International Business-Government Communications: U.S. Structures, Actors, and Issues

By Jack N. Behrman; J. J. Boddewyn et al. | Go to book overview

1
Introduction and Conclusions

U.S. international companies are affected by governmental policies at home and abroad, and are often the target of special policies because of their being foreign or transnational in perspective. The overall policy of reception (the "climate for investment") and the specific policies concerning entry, expansion, operations, and exit produce the setting for communication between governments and the international companies ( ICs).a

More important, there is an increasing need for governments and companies to communicate on problems of international business. Governments are tightening controls, and are asking for more and more information. And national governmental agencies are not the only ones doing so; various provincial governments are adopting policies on inward direct investment, and the United Nations has examined the need for controls over multinational enterprises. It would seem that better policies can only be formed out of an adequate dialogue among the actors on the issues.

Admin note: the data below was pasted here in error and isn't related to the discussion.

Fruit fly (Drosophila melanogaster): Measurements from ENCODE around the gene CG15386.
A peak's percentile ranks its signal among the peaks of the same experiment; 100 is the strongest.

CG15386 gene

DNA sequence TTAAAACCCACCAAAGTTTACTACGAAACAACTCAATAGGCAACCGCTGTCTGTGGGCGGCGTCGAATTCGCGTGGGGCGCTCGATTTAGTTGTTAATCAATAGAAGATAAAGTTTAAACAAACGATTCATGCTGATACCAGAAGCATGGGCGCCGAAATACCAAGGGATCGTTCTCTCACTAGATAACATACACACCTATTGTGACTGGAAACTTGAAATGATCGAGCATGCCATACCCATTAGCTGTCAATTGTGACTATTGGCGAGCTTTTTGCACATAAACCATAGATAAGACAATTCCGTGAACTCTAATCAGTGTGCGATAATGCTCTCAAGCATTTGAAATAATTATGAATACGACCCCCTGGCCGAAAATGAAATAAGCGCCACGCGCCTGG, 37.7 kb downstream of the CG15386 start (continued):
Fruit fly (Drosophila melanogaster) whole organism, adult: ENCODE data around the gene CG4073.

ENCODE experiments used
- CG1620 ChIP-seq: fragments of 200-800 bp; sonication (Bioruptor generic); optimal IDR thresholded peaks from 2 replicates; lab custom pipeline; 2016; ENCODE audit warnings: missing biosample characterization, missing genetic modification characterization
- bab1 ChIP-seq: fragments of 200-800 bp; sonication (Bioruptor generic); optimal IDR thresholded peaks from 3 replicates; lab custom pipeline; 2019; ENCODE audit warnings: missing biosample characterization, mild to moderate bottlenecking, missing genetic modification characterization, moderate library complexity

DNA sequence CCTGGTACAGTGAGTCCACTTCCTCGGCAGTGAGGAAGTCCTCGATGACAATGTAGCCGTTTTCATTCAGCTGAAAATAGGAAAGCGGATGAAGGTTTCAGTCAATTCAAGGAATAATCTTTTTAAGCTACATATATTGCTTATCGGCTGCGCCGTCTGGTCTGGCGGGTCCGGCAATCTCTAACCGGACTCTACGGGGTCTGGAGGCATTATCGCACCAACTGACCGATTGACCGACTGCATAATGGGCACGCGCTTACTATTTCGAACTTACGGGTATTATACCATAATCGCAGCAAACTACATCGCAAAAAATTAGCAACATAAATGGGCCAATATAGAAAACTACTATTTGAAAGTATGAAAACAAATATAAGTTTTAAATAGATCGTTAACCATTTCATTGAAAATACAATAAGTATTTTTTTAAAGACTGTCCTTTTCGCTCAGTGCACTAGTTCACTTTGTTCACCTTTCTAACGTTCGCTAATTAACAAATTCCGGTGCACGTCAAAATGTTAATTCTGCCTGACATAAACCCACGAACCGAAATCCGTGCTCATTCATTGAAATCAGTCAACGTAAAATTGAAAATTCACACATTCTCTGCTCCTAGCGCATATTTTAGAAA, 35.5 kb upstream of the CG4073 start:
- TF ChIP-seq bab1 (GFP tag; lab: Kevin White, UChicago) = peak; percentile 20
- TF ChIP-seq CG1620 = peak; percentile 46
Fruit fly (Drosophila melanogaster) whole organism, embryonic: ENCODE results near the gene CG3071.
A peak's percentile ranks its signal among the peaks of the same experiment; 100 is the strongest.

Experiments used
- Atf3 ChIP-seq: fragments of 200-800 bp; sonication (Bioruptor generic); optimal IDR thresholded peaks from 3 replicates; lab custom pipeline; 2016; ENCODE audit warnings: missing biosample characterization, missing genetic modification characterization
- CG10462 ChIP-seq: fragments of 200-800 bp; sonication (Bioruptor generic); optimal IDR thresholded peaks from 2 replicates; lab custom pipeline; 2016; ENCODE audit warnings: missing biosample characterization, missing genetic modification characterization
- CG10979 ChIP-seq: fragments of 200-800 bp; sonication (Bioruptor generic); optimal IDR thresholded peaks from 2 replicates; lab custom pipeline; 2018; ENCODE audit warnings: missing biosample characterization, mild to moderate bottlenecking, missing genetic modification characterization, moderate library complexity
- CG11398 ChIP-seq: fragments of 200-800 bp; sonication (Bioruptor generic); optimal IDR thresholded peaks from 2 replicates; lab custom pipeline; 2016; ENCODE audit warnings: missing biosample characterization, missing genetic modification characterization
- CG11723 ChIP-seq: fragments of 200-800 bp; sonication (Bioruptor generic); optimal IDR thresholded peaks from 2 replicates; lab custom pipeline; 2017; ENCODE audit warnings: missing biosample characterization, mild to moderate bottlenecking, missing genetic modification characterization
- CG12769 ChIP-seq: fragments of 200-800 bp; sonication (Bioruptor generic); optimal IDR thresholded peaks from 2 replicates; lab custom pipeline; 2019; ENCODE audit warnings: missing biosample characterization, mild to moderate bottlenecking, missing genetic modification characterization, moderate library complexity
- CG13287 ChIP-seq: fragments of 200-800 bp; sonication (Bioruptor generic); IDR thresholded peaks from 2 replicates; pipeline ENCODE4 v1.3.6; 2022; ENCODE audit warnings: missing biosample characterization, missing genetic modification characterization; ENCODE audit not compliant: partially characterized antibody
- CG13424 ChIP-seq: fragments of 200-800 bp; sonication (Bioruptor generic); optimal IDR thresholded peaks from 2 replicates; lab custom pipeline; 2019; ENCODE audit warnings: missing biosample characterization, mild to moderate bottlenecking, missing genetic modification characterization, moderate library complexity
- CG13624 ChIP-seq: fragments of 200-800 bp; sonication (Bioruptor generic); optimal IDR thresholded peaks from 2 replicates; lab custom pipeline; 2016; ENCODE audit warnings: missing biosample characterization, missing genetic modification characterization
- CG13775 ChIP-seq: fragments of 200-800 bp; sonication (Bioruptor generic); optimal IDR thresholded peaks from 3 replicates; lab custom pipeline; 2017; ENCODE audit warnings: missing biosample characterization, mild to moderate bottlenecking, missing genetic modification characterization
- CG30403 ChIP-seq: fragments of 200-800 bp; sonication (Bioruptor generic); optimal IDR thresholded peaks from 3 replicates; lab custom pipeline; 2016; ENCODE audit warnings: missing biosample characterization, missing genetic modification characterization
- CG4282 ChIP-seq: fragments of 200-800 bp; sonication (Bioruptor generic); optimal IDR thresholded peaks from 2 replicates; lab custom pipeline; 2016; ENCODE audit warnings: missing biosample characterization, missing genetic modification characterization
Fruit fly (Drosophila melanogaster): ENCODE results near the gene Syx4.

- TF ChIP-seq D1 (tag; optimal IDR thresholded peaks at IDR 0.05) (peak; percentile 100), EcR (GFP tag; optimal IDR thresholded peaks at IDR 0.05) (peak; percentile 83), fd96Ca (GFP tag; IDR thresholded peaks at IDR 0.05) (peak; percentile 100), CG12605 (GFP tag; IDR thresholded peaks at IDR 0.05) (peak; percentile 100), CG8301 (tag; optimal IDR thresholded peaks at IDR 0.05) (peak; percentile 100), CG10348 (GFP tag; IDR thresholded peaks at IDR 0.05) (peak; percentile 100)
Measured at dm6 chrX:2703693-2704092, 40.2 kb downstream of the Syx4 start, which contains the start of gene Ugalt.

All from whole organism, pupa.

The Issues

It is frequently said by both home and host governments that ICs are little concerned about the goals of the countries where they operate, and that they generate unique conflicts of national vs. corporate interests and loyalties. These conflicts are made more complex by the fact that many governments are both home and host governments; that is, the United States has long been a strong exporter of direct investment capital but is increasingly an importer, while Japan has been an importer but is increasingly an exporter also. The same duality is arising in countries such as India, Canada, Brazil, and Mexico; and it has long been the case for Europe. It is not yet clear whether this duality will create new and greater tensions, increase understanding of the "other fellow's" viewpoint, or create a kind of policy schizophrenia within governments. The likelihood is for greater tension until conflicts can be resolved, however. The existence of these conflicts also means that there are opportunities to build new relationships

____________________
a
The abbreviation ICs, used throughout, refers only to U.S. companies operating abroad. It should be stressed, however, that the spread of ICs based in other countries is likely to alter the dialogue in both substance, intensity, and structure. The existence of ICs from several foreign countries in a host country is likely to reduce concern over foreign government interferences and increase attention to company operations. Any move to joint ventures will accelerate this shift.

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